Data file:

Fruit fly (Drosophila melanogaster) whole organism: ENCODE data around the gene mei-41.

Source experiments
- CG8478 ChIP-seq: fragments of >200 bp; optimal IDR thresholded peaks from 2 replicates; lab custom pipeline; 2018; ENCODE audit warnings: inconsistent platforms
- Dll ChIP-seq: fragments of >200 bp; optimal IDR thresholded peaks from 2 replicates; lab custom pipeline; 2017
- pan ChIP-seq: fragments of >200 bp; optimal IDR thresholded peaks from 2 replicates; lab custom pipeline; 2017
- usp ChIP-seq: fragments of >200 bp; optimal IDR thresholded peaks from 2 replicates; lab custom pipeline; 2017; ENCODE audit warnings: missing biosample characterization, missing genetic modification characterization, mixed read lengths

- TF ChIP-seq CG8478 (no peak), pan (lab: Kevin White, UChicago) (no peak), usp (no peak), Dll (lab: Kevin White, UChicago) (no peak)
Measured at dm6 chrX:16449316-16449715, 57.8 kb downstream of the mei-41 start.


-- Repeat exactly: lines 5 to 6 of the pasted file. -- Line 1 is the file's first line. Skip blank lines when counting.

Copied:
- pan ChIP-seq: fragments of >200 bp; optimal IDR thresholded peaks from 2 replicates; lab custom pipeline; 2017
- usp ChIP-seq: fragments of >200 bp; optimal IDR thresholded peaks from 2 replicates; lab custom pipeline; 2017; ENCODE audit warnings: missing biosample characterization, missing genetic modification characterization, mixed read lengths